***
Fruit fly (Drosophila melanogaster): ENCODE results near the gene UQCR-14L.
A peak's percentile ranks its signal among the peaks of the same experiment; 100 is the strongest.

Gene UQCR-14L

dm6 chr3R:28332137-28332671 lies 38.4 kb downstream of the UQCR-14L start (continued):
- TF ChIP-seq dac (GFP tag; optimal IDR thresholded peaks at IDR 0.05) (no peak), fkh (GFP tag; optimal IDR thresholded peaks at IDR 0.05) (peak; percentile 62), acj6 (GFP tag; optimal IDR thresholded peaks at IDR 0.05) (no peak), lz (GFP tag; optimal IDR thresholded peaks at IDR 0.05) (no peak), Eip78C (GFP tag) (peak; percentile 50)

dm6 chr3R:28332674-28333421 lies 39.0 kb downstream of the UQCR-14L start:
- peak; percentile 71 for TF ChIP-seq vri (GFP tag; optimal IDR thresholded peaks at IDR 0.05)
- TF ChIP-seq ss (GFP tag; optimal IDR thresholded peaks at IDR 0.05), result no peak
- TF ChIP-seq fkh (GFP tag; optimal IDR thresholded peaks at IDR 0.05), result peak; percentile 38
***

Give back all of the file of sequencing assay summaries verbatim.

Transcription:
Fruit fly (Drosophila melanogaster): ENCODE results near the gene UQCR-14L.
A peak's percentile ranks its signal among the peaks of the same experiment; 100 is the strongest.

Gene UQCR-14L

dm6 chr3R:28332137-28332671 lies 38.4 kb downstream of the UQCR-14L start (continued):
- TF ChIP-seq dac (GFP tag; optimal IDR thresholded peaks at IDR 0.05) (no peak), fkh (GFP tag; optimal IDR thresholded peaks at IDR 0.05) (peak; percentile 62), acj6 (GFP tag; optimal IDR thresholded peaks at IDR 0.05) (no peak), lz (GFP tag; optimal IDR thresholded peaks at IDR 0.05) (no peak), Eip78C (GFP tag) (peak; percentile 50)

dm6 chr3R:28332674-28333421 lies 39.0 kb downstream of the UQCR-14L start:
- peak; percentile 71 for TF ChIP-seq vri (GFP tag; optimal IDR thresholded peaks at IDR 0.05)
- TF ChIP-seq ss (GFP tag; optimal IDR thresholded peaks at IDR 0.05), result no peak
- TF ChIP-seq fkh (GFP tag; optimal IDR thresholded peaks at IDR 0.05), result peak; percentile 38